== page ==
Serena Williams has a word with the chair umpire during the U.S. Open women's… (Don Emmert / AFP/GettyImages )
NEW YORK -- This should be a place of joy for the Williams sisters, Venus and Serena, and yet two of the last three years of their home major, the U.S. Open, have brought heartbreak and tears and ugly outbursts and angry tantrums and most disappointing of all, no titles.
The younger sister, Serena, has shown us this summer what a dominating player she is, even at age 30, vanquishing third-ranked Maria Sharapova to win Olympic gold and second-ranked Agnieszka Radwanska in the Wimbledon final.
That Wimbledon championship gave Serena 14 major-level championships, and No. 15 seems hers for the taking based on the level of her play and what other players, male and female, were saying Saturday as they began to gather at the United States Tennis Center to prepare for the season's final major tournament of the year, which begins Monday.
It has been different for the more inward-looking and older sister, Venus, who recently turned 32, and who, a year ago here, revealed she suffered from an autoimmune disorder called Sjogren's syndrome.
The virus often robs Venus of her strength and energy.
Fourth-seeded Serena's unhappy history here during two of the last three years has been well-documented.
In 2009, a frustrated Serena exploded in anger when a lineswoman called her for a foot fault on the penultimate point against Kim Clijsters in the semifinals. Serena was so upset at the call that she seemed ready to use her racket in anger toward the smaller woman on the court and her outburst cost her a point and gave her a loss.
Last year about a week after a teary-eyed Venus pondered her future and abandoned the tournament, Serena, playing on the night of the 10th anniversary of the tragedy of 9/11, struggled through a first-set loss in her championship match with Samantha Stosur.
When Serena finally hit a thoroughly Williams shot, a massive forehand early in the second set that might have promoted a comeback, she let loose with a scream before the ball even hit the court. It was a shot Stosur never would have chased down, but the Australian and eventual champion was given the point because of a call of "hindrance."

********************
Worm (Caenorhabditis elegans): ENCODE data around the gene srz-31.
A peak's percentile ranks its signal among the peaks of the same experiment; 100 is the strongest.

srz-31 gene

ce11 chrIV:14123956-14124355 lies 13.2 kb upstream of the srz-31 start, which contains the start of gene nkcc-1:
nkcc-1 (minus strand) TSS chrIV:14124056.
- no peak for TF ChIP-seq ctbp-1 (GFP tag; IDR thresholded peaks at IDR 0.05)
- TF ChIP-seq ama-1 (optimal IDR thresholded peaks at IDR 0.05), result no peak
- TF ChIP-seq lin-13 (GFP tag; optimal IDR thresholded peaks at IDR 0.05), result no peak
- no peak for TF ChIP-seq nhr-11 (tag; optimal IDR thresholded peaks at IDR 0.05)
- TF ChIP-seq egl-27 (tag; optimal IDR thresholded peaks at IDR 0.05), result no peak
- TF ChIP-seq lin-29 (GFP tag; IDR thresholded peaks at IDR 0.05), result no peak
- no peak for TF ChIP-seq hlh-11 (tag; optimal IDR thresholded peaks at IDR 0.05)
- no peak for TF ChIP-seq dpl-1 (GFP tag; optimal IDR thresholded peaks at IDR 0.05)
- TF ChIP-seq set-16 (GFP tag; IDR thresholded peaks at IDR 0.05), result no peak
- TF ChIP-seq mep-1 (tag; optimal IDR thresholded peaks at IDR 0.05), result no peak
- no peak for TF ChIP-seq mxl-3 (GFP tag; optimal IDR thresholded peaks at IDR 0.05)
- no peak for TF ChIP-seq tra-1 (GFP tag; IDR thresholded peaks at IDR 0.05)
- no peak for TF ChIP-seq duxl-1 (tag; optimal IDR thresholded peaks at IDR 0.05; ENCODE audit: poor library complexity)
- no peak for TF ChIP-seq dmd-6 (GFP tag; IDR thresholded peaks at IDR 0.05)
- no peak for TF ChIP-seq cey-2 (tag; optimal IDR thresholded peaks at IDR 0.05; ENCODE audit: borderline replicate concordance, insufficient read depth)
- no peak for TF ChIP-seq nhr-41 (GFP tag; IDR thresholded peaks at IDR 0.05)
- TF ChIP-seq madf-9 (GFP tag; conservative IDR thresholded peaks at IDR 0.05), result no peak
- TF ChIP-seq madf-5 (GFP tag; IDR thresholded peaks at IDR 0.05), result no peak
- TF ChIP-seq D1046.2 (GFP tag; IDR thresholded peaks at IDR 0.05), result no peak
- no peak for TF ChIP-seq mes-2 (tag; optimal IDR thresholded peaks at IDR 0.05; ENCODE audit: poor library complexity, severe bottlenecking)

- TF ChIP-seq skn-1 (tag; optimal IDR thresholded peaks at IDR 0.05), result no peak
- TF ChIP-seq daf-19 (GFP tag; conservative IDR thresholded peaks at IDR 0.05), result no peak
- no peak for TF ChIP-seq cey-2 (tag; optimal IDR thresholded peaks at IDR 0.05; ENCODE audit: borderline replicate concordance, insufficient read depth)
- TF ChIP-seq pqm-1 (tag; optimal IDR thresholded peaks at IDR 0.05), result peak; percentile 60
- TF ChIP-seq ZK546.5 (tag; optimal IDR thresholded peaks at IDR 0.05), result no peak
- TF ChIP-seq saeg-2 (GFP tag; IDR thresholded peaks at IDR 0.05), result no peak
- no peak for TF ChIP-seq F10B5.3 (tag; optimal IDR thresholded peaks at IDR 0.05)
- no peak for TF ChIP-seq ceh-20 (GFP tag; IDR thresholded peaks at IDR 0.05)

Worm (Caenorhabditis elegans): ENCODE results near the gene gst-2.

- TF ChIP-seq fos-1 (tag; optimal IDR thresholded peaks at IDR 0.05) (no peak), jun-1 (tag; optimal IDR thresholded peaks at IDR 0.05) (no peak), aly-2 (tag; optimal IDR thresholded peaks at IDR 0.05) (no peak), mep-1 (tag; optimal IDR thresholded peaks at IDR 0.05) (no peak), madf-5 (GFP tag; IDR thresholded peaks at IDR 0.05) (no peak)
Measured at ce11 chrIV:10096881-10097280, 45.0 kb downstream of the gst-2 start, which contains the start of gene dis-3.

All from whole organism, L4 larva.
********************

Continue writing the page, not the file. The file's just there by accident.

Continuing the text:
Again Serena had an Arthur Ashe Stadium Court tantrum and an ugly loss that left her reputation and her spirits in tatters.
Even Saturday, after her summer of triumph, Serena found herself on the defensive. After she had finished her thorough beating of Sharapova at the Olympics, she did a happy dance on Centre Court, at least it seemed that way to her. Others described it as a "Crip Walk," a derogatory thing used by gang members.
"First of all," Serena said, "it was just a dance. I didn't know what it was called. Second, why are you asking me that? Like that's so I mean, if anything you should be trying to ask me questions to lift me up, not bring up such things."
However she celebrated that Olympic title, Novak Djokovic, the defending men's U.S. Open champion, spoke almost reverentially of Serena on Saturday.
"It's incredible," he said. "Nobody knows when she's going to stop and she keeps on going and keeps dominating and winning most of her matches. The big events, that's what she aims for. I mean, she won the singles and doubles at Wimbledon and then again at the Olympic Games. That's just fantastic."
Venus, who is unseeded here for the first time since 1997, said her health issue is under control. "I feel like I can play," said Venus, who made it to the semifinals of a key summer hard-court warmup event in Cincinnati.
Clijsters, 29 and the mother of daughter Jada, has already announced she is retiring for good after this season. Asked her favorite for the singles title this year, the Belgian said it's easy.
"To me, Serena is the best ever just because I think physically she stands out," Clijsters said. "When she's in good shape she stands out tremendously. She's fast, she's strong, she has a very good eye as well. What we have seen over the last few months is the best player ever."